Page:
Starting XVII: Is this how England will line up at the 2021 World Cup?

In our 16th and final edition of ‘Starting XVII’ we focus on the host country, England.

The ‘Wall of White’ came within inches, literally, of World Cup glory back in 2017, when Josh Dugan’s ankle tap on Kallum Watkins prevented an almost certain late try to secure Australia their 11th title and deny England of their first.

It was the country’s most successful World Cup campaign since 1995 and instilled a belief that the Aussies and Kiwis could finally be toppled.

With new coach Shaun Wane at the helm, it’s likely the squad will undergo some changes, so here’s who we think he’ll go with…

Fullback – Zak Hardaker

Hardaker has been sensational for Wigan since his return from a drugs ban. His selection is arguably a controversial one, not least because of his shift into the centres in 2020, but on the basis of form and with his versatility, he’ll likely just nudge out the likes of Sam Tomkins and Stefan Ratchford. He’s one of the best defensive fullbacks in the world, with some of his biggest career moments being try-saving tackles, and links up well with the halves in attack.

Zak Hardaker. Credit: News Images

Wingers – Tom Makinson and Tom Johnstone

There are several options here, namely Huddersfield veteran Jermaine McGillvary, but these two are among the top contenders to make the cut. 2018 Golden Boot winner Makinson has dazzled fans at both club and international level with his gravity-defying finishes and is a shoo-in to start. Johnstone, meanwhile, would likely be a regular starter too if it wasn’t for injuries. He’s played just 11 games in the past 18 months due to two serious knee problems but did average one try per game during that period. An injury-free lead up to the competition would be a perfect chance for the 24-year-old to prove his worth to Wane.

Centres – Harry Newman and Oliver Gildart

Newman has been on the radar since 2017 but is in a prime position to line up for England at the World Cup. He’s established himself as a regular in Leeds’ starting 13, with his natural skill and unphased aggression making him one of the country’s top talents. Gildart had a similar meteoric rise and was superb in the 2018 tests against New Zealand. His Lions Tour last year was cut short by a dislocated shoulder, so he’ll be looking for a big tournament next Autumn. You also can’t discount explosive Hull centre Josh Griffin, who’s been staking his own claim for a spot with some impressive performances for the Black and Whites.

Halves – George Williams and Jonny Lomax

George Williams. Credit: Richard Long/News Images

The halves is probably Shaun Wane’s most important decision. The combination of Gareth Widdop and Jackson Hastings for Great Britain wasn’t as fruitful as many had hoped, while Blake Austin isn’t likely to be considered either. Williams and Lomax, therefore, seem the likeliest option. Wane worked with Williams at Wigan and so is fully aware of his ability, while Lomax is among Super League’s best players. Jake Trueman and Luke Gale will also be in the mix but it’s hard to look past these two.

Props – Alex Walmsley and Luke Thompson

The current St Helens front row partners are the perfect men to lead the England pack. They have the full package – size, strength, aggression and mobility. Thompson’s season in the NRL next year will also hopefully improve his game and give him more of an education on how to combat Kangaroo and Kiwi forwards.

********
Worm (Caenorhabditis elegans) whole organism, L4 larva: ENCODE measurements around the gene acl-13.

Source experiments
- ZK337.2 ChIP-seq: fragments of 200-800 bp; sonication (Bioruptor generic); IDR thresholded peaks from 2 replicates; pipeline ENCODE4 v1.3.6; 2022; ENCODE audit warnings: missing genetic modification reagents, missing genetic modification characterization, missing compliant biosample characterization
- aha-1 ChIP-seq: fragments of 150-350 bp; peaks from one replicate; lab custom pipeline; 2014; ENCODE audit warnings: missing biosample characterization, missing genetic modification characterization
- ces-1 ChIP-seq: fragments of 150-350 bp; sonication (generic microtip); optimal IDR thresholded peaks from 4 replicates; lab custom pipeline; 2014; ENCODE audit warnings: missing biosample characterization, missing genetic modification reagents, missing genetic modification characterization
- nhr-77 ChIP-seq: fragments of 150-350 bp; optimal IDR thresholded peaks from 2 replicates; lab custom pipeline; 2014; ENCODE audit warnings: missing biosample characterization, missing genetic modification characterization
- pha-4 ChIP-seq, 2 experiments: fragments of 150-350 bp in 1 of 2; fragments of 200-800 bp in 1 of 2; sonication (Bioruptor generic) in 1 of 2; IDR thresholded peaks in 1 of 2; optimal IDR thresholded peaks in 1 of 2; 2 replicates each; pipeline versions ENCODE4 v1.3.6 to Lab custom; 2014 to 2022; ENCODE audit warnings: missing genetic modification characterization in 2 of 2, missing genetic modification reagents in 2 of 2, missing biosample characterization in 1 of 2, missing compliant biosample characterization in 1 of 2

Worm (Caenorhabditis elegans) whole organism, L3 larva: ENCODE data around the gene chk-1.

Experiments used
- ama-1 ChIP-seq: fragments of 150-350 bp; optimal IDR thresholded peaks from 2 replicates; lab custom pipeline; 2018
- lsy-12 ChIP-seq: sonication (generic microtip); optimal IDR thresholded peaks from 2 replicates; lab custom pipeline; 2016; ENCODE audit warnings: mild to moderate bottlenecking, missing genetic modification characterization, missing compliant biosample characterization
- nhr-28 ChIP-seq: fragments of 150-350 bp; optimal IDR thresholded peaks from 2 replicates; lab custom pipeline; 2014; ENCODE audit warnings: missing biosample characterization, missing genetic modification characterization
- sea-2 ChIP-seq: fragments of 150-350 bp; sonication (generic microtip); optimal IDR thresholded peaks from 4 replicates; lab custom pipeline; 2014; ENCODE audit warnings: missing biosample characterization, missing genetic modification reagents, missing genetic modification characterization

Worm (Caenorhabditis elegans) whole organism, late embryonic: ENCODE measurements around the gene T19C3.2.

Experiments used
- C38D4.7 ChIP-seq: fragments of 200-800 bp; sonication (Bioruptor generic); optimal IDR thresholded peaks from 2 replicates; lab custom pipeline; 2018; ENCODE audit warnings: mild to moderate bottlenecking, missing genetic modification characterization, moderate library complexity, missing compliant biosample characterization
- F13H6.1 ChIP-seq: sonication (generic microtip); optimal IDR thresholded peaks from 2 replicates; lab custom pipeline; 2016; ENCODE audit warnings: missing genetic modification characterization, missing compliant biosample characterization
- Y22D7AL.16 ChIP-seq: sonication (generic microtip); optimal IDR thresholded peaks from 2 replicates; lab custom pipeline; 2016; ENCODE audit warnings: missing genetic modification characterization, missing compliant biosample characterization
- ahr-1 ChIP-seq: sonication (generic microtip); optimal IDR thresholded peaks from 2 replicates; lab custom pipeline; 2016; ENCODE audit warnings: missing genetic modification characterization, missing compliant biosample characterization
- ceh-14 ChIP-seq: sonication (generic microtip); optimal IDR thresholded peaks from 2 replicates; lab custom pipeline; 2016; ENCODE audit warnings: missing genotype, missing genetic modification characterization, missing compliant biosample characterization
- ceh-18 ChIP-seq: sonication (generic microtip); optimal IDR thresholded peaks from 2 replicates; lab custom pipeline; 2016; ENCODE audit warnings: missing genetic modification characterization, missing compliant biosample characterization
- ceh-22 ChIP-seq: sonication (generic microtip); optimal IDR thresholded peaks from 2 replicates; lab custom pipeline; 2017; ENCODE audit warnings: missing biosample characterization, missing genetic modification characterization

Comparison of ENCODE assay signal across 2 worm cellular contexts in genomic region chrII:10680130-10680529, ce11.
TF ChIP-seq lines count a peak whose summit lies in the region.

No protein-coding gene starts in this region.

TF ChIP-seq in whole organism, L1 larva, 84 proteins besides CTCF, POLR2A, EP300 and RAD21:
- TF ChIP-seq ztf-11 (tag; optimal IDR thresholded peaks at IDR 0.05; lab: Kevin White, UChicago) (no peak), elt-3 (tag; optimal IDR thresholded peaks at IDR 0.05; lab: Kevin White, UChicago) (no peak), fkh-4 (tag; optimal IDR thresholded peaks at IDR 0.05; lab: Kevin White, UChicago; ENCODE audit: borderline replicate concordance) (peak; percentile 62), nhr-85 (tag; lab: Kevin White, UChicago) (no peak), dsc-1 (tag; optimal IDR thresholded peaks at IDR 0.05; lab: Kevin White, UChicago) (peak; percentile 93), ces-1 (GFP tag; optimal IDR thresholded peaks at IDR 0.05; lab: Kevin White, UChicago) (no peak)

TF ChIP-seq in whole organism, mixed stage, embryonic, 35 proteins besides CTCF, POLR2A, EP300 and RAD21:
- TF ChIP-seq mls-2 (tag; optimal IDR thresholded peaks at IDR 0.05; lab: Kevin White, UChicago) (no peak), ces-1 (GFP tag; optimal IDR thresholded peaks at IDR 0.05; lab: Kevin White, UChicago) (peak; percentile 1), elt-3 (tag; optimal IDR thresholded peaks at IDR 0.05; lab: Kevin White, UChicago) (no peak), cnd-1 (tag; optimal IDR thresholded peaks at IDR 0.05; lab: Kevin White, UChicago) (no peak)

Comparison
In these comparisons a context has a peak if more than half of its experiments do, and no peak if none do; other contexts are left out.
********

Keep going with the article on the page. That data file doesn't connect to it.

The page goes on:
Luke Thompson. Credit: News Images

Hooker – Josh Hodgson

Hodgson will be one of several leaders in the side and could even take over as captain by the time the World Cup comes around. He’s got great vision from dummy half and is the central part of the ‘British invasion’ at Canberra Raiders, alongside Williams and back rowers Bateman and Whitehead. Part of his role there has also been to switch between the hooker and loose forward position, which will allow for more creativity should Shaun Wane wish to have both him and Daryl Clark on the pitch at the same time.

Second Rowers – John Bateman and Elliott Whitehead

The Bradford academy graduates form one of the NRL’s best second row partnerships. Whitehead is into his fifth season with Canberra and still seems to be improving year on year, constantly garnering praise for his ability to take passes at pace and good angles. Bateman had a stellar debut season for the Raiders in 2019, proving those who thought he wouldn’t cut it down under wrong and being touted as one of the competition’s best UK imports. They both demand starting spots for England and are unlikely to be shifted anytime soon.

Loose Forward – Morgan Smithies

The 19-year-old is being tipped as the man to replace Sean O’Loughlin as Wigan’s number 13, and could well do the same for the national side. Smithies stunned fans after breaking onto the Super League scene last season, with his work rate and defensive performance among his top qualities. He even broke the record for tackles in a game, making an enormous 72 in 62 minutes during a play-off win over Salford. He’ll be coming off the back of his third Super League season when the World Cup arrives and is likely to have made a strong case for a starting spot should he continue to impress.

Subs – Daryl Clark, Liam Watts, Tom Burgess, Josh Jones

Liam Watts. Credit: News Images

In the past, three forwards and a utility have been England’s go-to bench of choice and, despite the influence of a new coach, it’s hard to change that approach. Watts has proved in the past couple of years why he’s worthy of a call-up and hopefully won’t be ignored by Shaun Wane, while Burgess has been doing the hard yards in the NRL for the past eight years. Clark adds a spark and can inject some pace and enthusiasm when brought on, with Jones completing the subs as a robust back rower who can rotate with Bateman, Whitehead and Smithies.

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